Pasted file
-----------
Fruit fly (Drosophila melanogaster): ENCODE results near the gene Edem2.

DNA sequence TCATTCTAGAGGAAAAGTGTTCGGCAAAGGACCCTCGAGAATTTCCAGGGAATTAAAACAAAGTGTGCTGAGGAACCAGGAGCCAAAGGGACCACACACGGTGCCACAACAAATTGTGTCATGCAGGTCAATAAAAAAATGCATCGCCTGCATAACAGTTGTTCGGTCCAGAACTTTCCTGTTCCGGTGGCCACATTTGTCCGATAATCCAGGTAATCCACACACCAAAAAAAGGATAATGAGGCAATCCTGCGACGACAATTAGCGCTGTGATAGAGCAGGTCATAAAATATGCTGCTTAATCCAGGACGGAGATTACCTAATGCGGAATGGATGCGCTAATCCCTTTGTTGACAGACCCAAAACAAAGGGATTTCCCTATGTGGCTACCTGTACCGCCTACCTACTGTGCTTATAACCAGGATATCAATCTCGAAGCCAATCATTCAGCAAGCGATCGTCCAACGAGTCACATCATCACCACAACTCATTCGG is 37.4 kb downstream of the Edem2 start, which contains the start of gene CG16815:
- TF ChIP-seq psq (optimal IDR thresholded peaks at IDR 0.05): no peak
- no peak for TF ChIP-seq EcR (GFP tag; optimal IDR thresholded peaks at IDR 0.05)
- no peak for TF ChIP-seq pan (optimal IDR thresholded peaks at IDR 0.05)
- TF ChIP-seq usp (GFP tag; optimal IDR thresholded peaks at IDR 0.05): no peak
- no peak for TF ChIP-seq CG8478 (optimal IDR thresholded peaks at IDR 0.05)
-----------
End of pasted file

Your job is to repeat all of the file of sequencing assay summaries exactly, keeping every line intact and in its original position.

Fruit fly (Drosophila melanogaster): ENCODE results near the gene Edem2.

DNA sequence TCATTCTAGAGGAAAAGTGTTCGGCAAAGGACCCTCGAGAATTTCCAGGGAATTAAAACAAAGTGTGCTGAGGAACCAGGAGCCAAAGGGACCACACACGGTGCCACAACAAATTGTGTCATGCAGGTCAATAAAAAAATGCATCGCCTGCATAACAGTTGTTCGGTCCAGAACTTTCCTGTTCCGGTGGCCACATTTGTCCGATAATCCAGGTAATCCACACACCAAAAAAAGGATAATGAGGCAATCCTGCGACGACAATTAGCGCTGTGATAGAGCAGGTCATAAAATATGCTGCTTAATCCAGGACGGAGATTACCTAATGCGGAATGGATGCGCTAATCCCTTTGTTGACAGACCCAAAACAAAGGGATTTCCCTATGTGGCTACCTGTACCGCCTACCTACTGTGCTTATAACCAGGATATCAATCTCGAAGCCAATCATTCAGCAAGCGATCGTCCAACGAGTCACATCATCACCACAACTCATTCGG is 37.4 kb downstream of the Edem2 start, which contains the start of gene CG16815:
- TF ChIP-seq psq (optimal IDR thresholded peaks at IDR 0.05): no peak
- no peak for TF ChIP-seq EcR (GFP tag; optimal IDR thresholded peaks at IDR 0.05)
- no peak for TF ChIP-seq pan (optimal IDR thresholded peaks at IDR 0.05)
- TF ChIP-seq usp (GFP tag; optimal IDR thresholded peaks at IDR 0.05): no peak
- no peak for TF ChIP-seq CG8478 (optimal IDR thresholded peaks at IDR 0.05)